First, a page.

Specifically, I've done a diff on a commit range to see what files have changed:

git diff COMMIT_X COMMIT_Y --name-only

I get results like this:


I want to take all the changes introduced in these commits, but only for a subset of the files, for instance, just:


How can this be achieved? Ideally just replaying it on top of my current branch would be best.

2 Answers 2


You can't quite do that. However, given:

$ git diff COMMIT_X COMMIT_Y --name-only

printing a list of more than just two files and you only want to pick up the changes for two of them, you can start with:

$ git diff COMMIT_X COMMIT_Y -- src/foo.php src/lib/baz.php

which will in fact get you the changes for just those two files. You can pipe the result to git apply:

$ git diff COMMIT_X COMMIT_Y -- src/foo.php src/lib/baz.php | git apply

to get the same changes made to the current work-tree (if they apply cleanly), after which you can add and commit as usual. (You will have to make up your own cherry-pick-like commit message.)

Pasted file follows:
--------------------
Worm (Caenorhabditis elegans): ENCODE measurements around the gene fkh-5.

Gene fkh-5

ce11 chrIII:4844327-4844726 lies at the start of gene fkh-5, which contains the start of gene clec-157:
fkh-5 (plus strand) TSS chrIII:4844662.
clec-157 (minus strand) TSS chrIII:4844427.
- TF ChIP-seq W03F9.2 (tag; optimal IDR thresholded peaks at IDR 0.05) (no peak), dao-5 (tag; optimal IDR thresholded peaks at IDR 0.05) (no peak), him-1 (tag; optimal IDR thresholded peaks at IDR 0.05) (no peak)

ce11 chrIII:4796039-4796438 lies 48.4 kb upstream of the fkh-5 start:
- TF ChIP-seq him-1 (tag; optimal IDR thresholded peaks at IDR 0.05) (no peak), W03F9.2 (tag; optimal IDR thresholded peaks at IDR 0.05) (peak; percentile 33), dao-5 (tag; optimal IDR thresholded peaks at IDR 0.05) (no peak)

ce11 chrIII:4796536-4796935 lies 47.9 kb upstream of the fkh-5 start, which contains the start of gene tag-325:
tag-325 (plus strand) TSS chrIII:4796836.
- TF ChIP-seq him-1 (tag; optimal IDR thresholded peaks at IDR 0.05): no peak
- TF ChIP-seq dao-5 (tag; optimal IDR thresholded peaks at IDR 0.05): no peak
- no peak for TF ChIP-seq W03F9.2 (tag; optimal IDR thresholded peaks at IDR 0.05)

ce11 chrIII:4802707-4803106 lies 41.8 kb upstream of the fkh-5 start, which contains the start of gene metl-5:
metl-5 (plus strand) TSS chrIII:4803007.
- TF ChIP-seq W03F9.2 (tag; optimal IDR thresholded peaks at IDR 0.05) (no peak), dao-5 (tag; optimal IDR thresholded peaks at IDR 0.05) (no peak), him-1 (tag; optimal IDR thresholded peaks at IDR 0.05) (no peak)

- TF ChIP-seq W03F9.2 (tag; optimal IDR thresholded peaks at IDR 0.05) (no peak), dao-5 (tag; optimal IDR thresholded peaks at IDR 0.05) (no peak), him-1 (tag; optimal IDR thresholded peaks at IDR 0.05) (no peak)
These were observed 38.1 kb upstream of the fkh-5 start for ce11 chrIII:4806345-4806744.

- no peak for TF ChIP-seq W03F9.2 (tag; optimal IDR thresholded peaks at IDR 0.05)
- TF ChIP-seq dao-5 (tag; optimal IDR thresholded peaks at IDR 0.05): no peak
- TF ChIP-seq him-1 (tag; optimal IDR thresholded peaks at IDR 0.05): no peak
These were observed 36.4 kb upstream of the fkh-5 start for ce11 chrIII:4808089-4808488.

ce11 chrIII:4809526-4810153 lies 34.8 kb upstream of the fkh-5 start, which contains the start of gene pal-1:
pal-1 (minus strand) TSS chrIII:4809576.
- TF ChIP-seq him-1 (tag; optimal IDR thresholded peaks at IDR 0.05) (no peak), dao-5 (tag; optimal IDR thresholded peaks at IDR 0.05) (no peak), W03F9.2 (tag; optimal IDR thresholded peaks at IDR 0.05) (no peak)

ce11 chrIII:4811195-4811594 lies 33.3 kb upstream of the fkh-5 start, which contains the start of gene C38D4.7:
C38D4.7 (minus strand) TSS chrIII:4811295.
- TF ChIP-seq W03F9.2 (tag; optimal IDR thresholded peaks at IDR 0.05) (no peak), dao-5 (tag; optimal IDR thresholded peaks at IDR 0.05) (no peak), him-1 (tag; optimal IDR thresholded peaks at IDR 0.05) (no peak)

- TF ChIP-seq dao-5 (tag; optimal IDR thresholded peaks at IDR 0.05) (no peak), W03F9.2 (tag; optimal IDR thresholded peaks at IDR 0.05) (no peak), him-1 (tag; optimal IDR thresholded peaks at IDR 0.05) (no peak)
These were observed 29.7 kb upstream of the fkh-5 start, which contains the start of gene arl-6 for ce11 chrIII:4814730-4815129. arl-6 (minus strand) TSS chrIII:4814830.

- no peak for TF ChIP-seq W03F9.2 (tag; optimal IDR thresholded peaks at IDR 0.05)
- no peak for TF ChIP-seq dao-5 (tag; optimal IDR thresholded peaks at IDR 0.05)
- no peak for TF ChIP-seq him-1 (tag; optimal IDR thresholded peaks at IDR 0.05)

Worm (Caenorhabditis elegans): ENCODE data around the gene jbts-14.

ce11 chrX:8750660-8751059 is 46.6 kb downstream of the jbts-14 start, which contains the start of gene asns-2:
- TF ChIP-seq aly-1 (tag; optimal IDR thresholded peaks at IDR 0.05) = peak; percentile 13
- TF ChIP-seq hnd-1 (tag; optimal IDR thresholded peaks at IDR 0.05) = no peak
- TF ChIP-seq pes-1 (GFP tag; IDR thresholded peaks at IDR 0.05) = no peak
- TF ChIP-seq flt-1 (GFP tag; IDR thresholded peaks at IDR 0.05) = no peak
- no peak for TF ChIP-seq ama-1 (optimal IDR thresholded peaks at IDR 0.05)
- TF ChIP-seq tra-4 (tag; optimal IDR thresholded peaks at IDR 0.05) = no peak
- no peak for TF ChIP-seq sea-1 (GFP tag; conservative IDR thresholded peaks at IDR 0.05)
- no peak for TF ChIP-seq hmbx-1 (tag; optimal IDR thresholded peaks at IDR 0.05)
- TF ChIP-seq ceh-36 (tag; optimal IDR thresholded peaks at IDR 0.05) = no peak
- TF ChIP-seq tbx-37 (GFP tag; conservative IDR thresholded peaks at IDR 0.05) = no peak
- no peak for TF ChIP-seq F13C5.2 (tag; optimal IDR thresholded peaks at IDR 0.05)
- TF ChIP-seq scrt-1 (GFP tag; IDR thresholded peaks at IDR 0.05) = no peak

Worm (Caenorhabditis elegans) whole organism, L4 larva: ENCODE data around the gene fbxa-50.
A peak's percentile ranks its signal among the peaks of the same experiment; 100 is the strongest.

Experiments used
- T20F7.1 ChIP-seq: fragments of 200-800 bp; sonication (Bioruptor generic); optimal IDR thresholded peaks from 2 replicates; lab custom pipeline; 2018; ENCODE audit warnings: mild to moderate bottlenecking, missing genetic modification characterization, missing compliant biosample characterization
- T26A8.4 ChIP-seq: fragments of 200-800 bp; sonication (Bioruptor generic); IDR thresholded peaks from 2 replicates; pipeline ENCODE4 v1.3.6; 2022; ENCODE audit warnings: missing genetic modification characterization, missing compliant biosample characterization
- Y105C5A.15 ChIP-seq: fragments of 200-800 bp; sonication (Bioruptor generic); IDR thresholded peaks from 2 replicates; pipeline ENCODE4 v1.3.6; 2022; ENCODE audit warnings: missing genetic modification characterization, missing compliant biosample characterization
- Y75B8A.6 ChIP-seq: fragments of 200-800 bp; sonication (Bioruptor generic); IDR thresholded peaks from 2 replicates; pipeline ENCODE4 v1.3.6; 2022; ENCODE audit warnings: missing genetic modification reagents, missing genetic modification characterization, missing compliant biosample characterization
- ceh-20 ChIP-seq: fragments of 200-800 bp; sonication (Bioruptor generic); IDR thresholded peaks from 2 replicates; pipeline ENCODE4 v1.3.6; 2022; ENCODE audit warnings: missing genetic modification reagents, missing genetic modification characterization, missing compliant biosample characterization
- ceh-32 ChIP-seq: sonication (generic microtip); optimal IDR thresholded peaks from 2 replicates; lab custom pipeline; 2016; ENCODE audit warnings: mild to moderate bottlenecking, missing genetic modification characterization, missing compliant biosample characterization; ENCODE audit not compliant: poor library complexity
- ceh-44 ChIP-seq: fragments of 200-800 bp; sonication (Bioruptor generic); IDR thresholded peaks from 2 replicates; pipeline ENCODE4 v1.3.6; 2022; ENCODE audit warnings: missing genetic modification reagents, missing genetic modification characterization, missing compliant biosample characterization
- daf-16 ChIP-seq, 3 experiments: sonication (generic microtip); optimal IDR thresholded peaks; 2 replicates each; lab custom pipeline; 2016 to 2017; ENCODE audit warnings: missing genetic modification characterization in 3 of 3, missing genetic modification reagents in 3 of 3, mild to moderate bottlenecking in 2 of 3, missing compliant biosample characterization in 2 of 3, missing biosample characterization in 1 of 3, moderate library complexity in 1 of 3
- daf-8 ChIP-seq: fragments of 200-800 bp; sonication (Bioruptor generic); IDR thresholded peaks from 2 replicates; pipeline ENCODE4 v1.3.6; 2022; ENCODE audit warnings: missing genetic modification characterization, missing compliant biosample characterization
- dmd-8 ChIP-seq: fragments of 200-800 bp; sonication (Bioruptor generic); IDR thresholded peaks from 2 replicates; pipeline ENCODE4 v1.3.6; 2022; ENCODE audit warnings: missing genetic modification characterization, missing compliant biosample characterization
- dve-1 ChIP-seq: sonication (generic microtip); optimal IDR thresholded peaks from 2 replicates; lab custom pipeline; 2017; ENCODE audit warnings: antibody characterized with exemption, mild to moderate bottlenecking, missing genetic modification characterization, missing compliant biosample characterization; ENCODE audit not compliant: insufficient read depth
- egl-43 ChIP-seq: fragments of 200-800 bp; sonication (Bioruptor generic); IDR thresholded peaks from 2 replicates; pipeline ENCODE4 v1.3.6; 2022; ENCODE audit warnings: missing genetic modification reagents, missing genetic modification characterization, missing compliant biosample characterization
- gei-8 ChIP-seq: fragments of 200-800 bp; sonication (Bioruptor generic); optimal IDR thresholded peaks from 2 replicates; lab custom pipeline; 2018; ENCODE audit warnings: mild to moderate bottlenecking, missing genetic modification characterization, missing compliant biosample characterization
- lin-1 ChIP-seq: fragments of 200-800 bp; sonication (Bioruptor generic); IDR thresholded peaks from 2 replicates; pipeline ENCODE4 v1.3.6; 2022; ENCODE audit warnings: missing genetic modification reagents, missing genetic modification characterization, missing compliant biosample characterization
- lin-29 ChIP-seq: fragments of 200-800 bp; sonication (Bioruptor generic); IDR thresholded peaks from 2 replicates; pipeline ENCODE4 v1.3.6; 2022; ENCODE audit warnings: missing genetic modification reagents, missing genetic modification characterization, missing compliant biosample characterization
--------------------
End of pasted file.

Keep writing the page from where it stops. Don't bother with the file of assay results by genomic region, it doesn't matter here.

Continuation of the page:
As far as I know, you can't cherry-pick a part of a commit. You either cherry-pick the whole commit or you don't.

However, if (as in your case) you know which files should have changed and which don't you could try applying the commits you want and then reverting all the files that shouldn't have changed to their earlier state.

See the accepted answer to Reset or revert a specific file to a specific revision using Git? for how you can checkout a file as it was at an earlier point in time.

Afterwards you could commit the current state of your workspace (ie, the reverted files).

I haven't tried this but it seems like it could work. However, you're abusing some parts of git in ways that they weren't intended. Better would have been to make smaller commits containing units of work that should/will always be applied together so as to avoid this problem in the future.

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